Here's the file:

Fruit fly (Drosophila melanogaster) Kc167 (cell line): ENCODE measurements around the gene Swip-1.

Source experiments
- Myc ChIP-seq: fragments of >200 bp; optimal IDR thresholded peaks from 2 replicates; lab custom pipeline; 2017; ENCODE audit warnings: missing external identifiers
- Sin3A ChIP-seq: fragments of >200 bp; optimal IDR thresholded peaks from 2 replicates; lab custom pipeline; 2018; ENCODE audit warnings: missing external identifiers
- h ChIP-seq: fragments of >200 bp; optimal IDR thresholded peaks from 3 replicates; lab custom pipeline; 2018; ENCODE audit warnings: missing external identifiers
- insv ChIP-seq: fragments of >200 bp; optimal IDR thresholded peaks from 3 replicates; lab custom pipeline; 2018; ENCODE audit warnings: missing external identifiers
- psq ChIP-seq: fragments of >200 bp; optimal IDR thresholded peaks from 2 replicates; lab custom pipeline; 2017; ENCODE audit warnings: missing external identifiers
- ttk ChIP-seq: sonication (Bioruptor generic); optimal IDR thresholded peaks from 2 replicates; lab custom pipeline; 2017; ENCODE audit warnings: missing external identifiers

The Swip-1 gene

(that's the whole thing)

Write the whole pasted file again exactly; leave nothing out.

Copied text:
Fruit fly (Drosophila melanogaster) Kc167 (cell line): ENCODE measurements around the gene Swip-1.

Source experiments
- Myc ChIP-seq: fragments of >200 bp; optimal IDR thresholded peaks from 2 replicates; lab custom pipeline; 2017; ENCODE audit warnings: missing external identifiers
- Sin3A ChIP-seq: fragments of >200 bp; optimal IDR thresholded peaks from 2 replicates; lab custom pipeline; 2018; ENCODE audit warnings: missing external identifiers
- h ChIP-seq: fragments of >200 bp; optimal IDR thresholded peaks from 3 replicates; lab custom pipeline; 2018; ENCODE audit warnings: missing external identifiers
- insv ChIP-seq: fragments of >200 bp; optimal IDR thresholded peaks from 3 replicates; lab custom pipeline; 2018; ENCODE audit warnings: missing external identifiers
- psq ChIP-seq: fragments of >200 bp; optimal IDR thresholded peaks from 2 replicates; lab custom pipeline; 2017; ENCODE audit warnings: missing external identifiers
- ttk ChIP-seq: sonication (Bioruptor generic); optimal IDR thresholded peaks from 2 replicates; lab custom pipeline; 2017; ENCODE audit warnings: missing external identifiers

The Swip-1 gene